1787 CONNECTICUT COPPER -
This was the only use of
the obverse die.
The reverse die of this
variety was also used on 1787
Miller 33.1-Z.13, 1787
33.8-Z.13 and 1787 Miller 33.21-Z.13, 1787 Miller 33.39-Z.13.
Images courtesy of Early
American History Auctions, Inc.
PCGS About Uncirculated-55 (illustrated
above). Ex -
Early American History Auctions, Inc.'s Mail Bid Sale, April 21, 2001, Lot 1051,
where it was described as follows: "1787 CT Copper, Draped Bust
Left, Miller 33.32-Z.13, PCGS graded About Uncirculated-55. Rarity
2 (Common). Super-glossy, with a hard, slick luster on both sides. The
color is choice, a light, medium-brown, with some old lightening on the
highest points. Because this was struck from a late state of the dies,
there is some mushiness in the details, particularly on the reverse and
some portions of the coin are just plain softly struck. A natural edge
flaw appears on the upper left reverse (on the obverse, the flaw appears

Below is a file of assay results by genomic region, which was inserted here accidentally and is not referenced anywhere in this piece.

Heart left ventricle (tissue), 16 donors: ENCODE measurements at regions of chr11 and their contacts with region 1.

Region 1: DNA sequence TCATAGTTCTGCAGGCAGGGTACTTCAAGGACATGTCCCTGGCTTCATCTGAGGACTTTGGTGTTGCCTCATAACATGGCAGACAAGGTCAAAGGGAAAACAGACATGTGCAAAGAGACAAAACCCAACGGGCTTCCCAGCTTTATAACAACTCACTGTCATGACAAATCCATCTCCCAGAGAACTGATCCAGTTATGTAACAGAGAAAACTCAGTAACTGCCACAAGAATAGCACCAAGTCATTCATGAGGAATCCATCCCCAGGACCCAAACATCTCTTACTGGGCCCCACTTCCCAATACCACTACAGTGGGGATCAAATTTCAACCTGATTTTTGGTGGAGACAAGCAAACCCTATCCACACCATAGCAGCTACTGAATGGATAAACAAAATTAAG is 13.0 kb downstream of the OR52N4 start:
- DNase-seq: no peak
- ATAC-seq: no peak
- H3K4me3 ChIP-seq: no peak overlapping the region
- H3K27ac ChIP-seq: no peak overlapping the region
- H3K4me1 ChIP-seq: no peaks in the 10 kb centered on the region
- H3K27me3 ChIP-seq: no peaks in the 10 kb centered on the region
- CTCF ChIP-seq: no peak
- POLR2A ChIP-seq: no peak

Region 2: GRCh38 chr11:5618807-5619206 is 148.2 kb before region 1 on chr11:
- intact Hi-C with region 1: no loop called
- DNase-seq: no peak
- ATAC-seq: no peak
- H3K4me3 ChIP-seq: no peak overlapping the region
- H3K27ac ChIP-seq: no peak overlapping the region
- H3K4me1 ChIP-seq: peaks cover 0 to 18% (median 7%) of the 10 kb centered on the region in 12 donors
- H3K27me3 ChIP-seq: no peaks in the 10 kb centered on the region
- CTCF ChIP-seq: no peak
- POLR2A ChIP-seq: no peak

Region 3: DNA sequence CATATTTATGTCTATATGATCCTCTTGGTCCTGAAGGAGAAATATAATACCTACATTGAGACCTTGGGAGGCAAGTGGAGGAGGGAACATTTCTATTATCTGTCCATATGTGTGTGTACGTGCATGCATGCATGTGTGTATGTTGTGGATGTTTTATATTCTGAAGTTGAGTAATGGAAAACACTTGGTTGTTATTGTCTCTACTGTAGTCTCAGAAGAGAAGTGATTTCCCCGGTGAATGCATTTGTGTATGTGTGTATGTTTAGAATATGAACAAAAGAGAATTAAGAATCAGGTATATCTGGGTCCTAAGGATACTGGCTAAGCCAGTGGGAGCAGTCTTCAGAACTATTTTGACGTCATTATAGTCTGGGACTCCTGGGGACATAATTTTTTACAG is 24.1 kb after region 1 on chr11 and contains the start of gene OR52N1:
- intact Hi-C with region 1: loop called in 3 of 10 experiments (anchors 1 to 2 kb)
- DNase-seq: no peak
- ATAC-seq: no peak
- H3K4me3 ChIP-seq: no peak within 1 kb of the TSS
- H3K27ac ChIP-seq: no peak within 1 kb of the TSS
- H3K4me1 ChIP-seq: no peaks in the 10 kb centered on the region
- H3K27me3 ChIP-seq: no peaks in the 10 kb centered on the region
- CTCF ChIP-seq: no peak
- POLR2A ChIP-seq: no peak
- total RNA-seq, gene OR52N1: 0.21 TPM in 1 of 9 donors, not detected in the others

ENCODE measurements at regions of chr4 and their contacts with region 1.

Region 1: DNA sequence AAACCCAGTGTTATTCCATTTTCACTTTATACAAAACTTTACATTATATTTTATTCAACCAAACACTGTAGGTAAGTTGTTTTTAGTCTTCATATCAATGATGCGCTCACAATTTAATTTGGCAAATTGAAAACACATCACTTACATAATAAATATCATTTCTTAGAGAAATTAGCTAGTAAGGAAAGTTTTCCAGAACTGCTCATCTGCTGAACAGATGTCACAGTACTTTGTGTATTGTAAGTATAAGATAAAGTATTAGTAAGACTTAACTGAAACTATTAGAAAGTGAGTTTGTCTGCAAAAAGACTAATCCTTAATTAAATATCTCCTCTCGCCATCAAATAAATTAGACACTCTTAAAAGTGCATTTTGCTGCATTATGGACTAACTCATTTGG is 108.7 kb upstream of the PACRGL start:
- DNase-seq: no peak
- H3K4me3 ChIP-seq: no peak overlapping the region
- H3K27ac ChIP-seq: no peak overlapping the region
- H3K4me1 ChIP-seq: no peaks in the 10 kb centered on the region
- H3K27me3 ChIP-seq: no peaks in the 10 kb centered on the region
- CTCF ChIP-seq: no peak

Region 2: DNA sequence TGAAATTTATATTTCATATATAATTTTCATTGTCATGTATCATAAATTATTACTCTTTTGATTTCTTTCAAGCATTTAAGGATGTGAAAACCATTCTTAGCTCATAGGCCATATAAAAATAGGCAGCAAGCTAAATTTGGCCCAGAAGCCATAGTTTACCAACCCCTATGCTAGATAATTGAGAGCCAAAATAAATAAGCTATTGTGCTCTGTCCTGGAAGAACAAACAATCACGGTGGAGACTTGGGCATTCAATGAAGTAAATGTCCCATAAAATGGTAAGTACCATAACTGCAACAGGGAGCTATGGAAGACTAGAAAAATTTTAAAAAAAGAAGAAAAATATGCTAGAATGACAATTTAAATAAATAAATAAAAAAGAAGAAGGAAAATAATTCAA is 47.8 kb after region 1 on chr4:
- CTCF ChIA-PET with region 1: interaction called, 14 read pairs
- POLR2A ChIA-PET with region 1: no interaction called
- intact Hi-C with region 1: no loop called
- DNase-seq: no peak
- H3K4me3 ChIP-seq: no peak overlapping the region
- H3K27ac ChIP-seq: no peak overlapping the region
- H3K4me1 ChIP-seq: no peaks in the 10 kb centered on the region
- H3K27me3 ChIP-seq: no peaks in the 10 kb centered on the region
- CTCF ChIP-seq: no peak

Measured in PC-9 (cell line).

as some minor cracking in the planchet. This example is far finer than
Taylor:2582 and has none of the granularity. A great coin for the
"Choice Very Fine"
(illustrated below). Ex - Early American History Auctions, Inc.'s
Mail Bid Sale, October 13, 2001, Lot 1151, illustrated, where it was
described as follows: "1787 CT Copper, Draped Bust Left, Miller
33.32-Z.13, Choice Very Fine. 146.6 grains. Rarity 2 (Common). A
rather choice example with no surface problems except for some natural
lamination flaws just above the date on the reverse. The color is a
choice, light brown - the kind that copper collectors dream of. The
details on both sides are slightly mushy, something we attribute to a late
state of the dies (also confirmed by several die cracks on both sides. The
obverse is very well-centered, while the reverse is shifted slightly to
the right. Most of the date is visible; only the bottom of the final 7 is
off the flan."